Template paths in packer build

In order to create an image with packer, you need to define a template that configures your image. Here' a simple example:

source "amazon-ebs" "example" {
  access_key    = var.aws_access_key
  secret_key    = var.aws_secret_key
  region        = var.region
  source_ami    = "ami-0c55b159cbfafe1f0"  # Amazon Linux 2 AMI
  instance_type = "t2.micro"
  ssh_username  = "ec2-user"
  ami_name      = "packer-example {{timestamp}}"

build {
  sources = ["source.amazon-ebs.example"]

  provisioner "shell" {
    script = "provision.sh"

This template references a file called provision.sh. This is useful to do additional configuration on the image before it's created. For the sake of example here's what a provision shell file could look like:

echo "Hello, World!" > /tmp/hello.txt
sudo yum update -y
sudo yum install -y httpd
sudo systemctl enable httpd
sudo systemctl start httpd

Let's say we have both files under the same directory:

├── provision.sh
└── template.pkr.hcl

In order to create an image you need to run the build command. When running it, you need to inform packer how to find the template. Assuming you're running packer build in the directory you have your template, you can do that in 2 ways:

packer build template.pkr.hcl


packer build . 

where . is the current directory.

This is all well and simple, but things start getting a bit confusing when you start nesting directories.

Let's say you have the following directory structure:

├── image
│   ├── provision.sh
│   └── template.pkr.hcl

if you now run the command from the parent directory:

% packer build image/template.pkr.hcl
Error: Failed preparing provisioner-block "shell" ""

  on image/template.pkr.hcl line 44:
    (source code not available)

    1 error(s) occurred:

    * Bad script 'provision.sh': stat provision.sh: no such file or directory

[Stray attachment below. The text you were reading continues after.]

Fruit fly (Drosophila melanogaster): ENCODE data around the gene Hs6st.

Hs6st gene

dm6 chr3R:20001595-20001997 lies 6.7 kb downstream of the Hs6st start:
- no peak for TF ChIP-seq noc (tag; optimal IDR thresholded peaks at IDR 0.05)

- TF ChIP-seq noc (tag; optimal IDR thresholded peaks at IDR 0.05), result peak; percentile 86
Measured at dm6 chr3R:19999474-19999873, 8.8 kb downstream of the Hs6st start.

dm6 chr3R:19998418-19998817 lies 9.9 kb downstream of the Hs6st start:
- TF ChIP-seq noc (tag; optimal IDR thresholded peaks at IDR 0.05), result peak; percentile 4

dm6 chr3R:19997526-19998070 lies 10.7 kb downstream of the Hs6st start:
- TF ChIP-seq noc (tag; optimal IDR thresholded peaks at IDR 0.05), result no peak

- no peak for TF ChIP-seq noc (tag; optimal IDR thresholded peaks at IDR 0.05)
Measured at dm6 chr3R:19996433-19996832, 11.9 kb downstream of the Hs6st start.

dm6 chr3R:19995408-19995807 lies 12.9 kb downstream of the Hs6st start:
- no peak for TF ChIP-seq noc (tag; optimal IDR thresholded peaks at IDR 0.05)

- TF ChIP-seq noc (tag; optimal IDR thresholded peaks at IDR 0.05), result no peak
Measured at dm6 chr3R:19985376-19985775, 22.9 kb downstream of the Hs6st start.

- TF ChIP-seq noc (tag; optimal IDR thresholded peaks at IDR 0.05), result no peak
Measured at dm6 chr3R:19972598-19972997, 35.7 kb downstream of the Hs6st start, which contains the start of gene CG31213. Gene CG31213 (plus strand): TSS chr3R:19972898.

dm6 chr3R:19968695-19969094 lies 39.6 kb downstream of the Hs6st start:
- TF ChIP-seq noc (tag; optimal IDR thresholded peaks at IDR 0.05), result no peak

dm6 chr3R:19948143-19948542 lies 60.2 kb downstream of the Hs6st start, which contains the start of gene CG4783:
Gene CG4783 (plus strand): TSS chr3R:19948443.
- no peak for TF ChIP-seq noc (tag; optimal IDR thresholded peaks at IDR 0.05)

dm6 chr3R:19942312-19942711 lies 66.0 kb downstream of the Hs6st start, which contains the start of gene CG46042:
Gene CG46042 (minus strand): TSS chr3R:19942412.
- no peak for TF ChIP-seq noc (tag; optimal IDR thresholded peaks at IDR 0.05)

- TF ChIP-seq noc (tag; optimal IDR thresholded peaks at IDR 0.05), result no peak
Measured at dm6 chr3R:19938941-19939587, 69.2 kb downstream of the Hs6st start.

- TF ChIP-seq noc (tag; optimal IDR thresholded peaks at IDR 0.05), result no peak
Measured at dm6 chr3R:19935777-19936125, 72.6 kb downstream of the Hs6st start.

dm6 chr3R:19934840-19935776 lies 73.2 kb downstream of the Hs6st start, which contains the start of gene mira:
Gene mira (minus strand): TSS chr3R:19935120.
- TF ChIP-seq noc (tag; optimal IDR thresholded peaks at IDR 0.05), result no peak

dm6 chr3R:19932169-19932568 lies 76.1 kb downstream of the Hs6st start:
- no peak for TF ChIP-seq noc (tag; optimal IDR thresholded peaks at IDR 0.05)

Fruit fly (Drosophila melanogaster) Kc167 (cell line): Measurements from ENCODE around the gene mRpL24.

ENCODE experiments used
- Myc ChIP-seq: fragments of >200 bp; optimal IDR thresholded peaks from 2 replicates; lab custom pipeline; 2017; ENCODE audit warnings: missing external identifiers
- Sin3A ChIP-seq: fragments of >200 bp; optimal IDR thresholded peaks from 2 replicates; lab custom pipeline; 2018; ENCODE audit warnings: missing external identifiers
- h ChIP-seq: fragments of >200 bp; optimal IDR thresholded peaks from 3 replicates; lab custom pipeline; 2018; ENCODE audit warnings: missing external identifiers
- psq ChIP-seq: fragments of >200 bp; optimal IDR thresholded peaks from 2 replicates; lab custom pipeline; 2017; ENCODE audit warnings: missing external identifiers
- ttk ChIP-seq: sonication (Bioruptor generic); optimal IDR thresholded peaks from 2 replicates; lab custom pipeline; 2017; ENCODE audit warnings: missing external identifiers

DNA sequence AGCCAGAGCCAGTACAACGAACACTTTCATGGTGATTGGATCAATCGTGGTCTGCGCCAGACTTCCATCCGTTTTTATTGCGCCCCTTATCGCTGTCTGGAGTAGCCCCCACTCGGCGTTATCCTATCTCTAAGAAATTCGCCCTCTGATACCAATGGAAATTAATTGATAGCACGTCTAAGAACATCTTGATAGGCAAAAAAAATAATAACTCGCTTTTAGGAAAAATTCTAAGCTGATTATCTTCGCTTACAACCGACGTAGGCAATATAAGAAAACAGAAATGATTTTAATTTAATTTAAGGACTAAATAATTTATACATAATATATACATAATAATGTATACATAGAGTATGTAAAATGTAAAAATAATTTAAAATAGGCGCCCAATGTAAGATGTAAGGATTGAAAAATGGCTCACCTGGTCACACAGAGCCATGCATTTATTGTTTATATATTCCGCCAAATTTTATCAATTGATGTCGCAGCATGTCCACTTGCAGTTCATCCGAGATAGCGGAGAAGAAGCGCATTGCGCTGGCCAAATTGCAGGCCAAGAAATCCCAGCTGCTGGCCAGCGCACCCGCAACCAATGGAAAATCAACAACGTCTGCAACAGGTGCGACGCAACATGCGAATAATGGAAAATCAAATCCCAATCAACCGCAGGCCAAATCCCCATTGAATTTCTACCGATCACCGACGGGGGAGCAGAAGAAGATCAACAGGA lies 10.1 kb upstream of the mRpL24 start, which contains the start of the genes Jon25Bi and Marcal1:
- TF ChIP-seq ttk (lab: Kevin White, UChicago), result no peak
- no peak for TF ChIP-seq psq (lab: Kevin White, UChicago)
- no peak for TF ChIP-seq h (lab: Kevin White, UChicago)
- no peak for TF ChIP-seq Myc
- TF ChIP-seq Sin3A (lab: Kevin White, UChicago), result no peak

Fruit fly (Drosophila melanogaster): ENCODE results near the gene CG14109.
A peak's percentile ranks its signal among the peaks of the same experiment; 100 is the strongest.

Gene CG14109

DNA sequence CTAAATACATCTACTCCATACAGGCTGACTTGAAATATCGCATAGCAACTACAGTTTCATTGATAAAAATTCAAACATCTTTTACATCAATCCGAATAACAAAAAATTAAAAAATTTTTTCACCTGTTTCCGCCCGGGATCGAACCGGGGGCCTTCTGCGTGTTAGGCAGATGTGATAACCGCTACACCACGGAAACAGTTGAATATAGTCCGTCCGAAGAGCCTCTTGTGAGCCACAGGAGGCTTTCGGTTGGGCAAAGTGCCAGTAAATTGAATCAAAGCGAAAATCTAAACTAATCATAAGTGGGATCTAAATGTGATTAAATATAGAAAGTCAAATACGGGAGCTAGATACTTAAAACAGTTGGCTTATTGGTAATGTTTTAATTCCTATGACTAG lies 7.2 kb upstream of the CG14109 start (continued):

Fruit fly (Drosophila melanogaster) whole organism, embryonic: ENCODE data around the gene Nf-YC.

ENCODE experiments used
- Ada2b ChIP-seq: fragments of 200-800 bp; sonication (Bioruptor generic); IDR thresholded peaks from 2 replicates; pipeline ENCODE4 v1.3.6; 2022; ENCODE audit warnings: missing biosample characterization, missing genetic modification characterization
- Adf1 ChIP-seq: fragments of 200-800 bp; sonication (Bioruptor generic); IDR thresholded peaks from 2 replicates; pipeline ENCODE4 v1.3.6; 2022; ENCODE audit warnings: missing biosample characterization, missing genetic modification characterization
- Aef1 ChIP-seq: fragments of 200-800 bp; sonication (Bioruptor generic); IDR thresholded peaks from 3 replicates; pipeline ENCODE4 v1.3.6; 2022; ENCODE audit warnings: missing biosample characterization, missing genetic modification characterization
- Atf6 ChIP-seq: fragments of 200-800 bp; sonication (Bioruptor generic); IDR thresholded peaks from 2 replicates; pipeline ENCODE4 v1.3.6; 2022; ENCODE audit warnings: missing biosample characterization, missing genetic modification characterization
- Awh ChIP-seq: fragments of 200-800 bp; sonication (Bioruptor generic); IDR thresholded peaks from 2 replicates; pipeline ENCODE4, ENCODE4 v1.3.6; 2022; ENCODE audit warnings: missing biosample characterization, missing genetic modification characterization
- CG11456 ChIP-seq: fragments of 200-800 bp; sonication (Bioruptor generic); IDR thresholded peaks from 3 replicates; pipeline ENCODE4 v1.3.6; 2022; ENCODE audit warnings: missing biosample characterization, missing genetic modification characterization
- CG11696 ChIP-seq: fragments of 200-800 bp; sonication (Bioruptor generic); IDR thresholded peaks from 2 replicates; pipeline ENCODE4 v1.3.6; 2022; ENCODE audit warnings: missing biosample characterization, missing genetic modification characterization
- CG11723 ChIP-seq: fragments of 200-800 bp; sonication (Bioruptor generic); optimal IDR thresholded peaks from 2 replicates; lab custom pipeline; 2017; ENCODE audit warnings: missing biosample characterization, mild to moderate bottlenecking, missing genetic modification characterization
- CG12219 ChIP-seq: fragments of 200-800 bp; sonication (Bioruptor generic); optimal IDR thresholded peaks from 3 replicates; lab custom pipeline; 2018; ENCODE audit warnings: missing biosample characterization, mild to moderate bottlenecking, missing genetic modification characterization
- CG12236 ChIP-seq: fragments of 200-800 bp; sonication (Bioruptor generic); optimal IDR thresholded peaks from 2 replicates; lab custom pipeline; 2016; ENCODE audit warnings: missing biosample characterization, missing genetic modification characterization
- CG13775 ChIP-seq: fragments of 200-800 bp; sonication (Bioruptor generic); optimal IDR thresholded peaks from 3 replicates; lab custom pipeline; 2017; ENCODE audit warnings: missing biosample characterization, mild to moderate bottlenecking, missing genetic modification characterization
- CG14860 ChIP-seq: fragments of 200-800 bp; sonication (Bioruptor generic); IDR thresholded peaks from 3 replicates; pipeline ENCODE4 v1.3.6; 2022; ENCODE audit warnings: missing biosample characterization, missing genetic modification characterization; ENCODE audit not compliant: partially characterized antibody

Packer can't find the provision script. This is because packer is looking for the provision.sh file in the directory where you're running the command, not where the template is.

You could be tempted to fix this by modifying the path to the provision script so that it's relative to wherever you're running your command from, but that makes your script less portable by imbuing it with your current structure.

My usual hacky way to fix this is to simply cd into the directory where the packer image is before running the command. I do that between parentheses so that once the script is ran my shell goes back to the original directory:

(cd image && packer build template.pkr.hcl)

While writing this I learned that you can also solve it by using HCL path variables. Specifically, you can use the path.root variable to reference the directory where the template is.

provisioner "shell" {
    scripts = [

Honestly, while this could seem more elegant, it seems less clear to me. Unless you know what path.root is, it's not immediately clear what it's doing.

Even reading the documentation:

path.root: the directory of the input HCL file or the input folder.

it still takes me a few reads to understand what it is.

So yep, I'm happy I found a more official way to solve this issue, but I will humbly stick to my hacky way, as I suspect it looks clearer to a bigger percentage of devs.

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